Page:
That Mac Nerd

Posts - Page 3 of 12

DEVONthink & DEVONthink to Go: Dynamic Duo

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Evernote or DEVONthink Pro Office? This is the question I’ve been asking myself for several years now.

There was a point in time, somewhere around early 2015, where I switched to a plain text note taking system using nvAlt, DEVONthink Pro Office, and Drafts.

This worked considerably well though as I decided I needed to become more productive I decided to go back to Evernote.

I wrote about DEVONthink in 2015. Convinced it was only for academics who do heavy research, I didn’t know what to do with it. My first year at Pitt was that year so I eventually bought it.

DEVONthink to Go Gets a Makeover

One of the things that stopped me from fully utilizing DEVONthink Pro Office was that DEVONthink to Go was basically just a file viewer. As I stated in my other DEVONthink article, what I needed from DEVONthink was a mobile component. DEVONthink to Go was a good app but it didn’t suit my needs.

With DEVONthink to Go 3.0 we get a new look and a whole lot of functionality that wasn’t in the original DEVONthink to Go app.

Spotlight search, Files app integration, X-callback-URL schemes, new UI, and powerful file management features makes this the best compliment to DEVONthink Pro Office yet.

My Use Case

DEVONthink Pro Office and DEVONthink to Go are where I store web archives I know I will refer back to later 1. PDFs, receipts, emails, and other documents I will need for later and will come back to repeatedly gets stored in DEVONthink Pro Office.

I also use DEVONthink Pro Office and DEVONthink to Go to archive my blog posts, screenshots, and screen recordings from iOS.

Evernote is for the ephemeral, things like newsletters and recent web clippings I will delete eventually because I will not be referring back to them more than a couple times.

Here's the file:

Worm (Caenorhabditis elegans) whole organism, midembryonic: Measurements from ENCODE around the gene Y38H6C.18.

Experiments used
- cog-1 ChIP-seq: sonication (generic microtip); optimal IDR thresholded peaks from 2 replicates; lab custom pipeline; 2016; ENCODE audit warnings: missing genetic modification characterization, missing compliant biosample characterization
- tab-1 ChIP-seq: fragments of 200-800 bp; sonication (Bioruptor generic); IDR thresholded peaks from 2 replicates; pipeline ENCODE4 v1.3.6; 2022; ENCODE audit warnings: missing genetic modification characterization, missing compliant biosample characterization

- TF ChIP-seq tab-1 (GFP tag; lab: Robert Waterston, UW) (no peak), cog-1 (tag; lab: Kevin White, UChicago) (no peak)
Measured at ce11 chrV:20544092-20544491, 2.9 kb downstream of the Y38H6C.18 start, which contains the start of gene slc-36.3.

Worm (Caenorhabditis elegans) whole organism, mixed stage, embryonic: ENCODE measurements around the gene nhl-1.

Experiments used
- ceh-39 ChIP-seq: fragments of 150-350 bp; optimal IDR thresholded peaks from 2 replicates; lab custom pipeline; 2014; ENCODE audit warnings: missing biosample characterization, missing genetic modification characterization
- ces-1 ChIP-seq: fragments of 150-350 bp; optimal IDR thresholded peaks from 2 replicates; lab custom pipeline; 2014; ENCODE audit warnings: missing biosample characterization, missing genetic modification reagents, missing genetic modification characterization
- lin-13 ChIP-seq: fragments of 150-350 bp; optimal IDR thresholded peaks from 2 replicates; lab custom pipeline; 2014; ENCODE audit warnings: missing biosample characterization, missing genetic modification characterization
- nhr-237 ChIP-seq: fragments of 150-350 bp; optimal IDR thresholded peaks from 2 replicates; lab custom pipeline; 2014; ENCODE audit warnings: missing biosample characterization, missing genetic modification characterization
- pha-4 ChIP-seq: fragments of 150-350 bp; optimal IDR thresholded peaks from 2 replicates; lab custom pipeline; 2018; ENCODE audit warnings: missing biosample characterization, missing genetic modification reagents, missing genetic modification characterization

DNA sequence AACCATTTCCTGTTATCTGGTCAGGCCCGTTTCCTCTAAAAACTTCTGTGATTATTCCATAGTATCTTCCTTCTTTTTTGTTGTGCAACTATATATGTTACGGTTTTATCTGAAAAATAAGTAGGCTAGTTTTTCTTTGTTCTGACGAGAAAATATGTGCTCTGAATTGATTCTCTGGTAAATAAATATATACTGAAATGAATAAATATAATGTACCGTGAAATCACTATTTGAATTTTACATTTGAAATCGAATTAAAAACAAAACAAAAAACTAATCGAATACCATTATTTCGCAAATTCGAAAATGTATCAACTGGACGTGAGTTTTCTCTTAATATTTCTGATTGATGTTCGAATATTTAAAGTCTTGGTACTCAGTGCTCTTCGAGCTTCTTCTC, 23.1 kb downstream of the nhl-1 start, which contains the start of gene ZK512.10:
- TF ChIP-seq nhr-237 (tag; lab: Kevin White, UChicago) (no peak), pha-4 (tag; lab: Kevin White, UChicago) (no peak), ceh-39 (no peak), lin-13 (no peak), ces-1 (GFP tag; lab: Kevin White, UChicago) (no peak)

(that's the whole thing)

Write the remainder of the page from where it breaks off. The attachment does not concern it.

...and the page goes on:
Not For Everyone

I know Evernote is the favorite but I use both of these apps in tandem. It’s taken me a while to realize each app’s strengths and play to them.

  1. By later, I mean as a reference. 

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A New Addition: Amazon Echo

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I was browsing the MobileRead forums like I do 1 and visited the Amazon Echo thread. I usually avoid this thread because I am really waiting until I finally get a developer job to make my apartment 2 more “high tech” and the Echo was on my Amazon wishlist for later, when I can afford the luxury.

But while I was browsing MobileRead on my iPad 3, I saw a photo of some of the weird syntax it uses, as well as some weird Siri nonsense and I was intrigued. I went to the thread and found that QVC was selling new Echos for $75. Along with that, you get two free months of Amazon Music and Audible 4.

Well, Things Changed Quickly

I decided I’d send the link to my mother who uses QVC and buys pretty much everything from there. We just had a conversation about her not buying from there in a year and I send her the link. She laughed but she bought it for me as a Xmas gift 5. $75 isn’t a bad price for the Echo at all and the fact that they are new is nice.

More IFTTT Recipes? Yes, Please.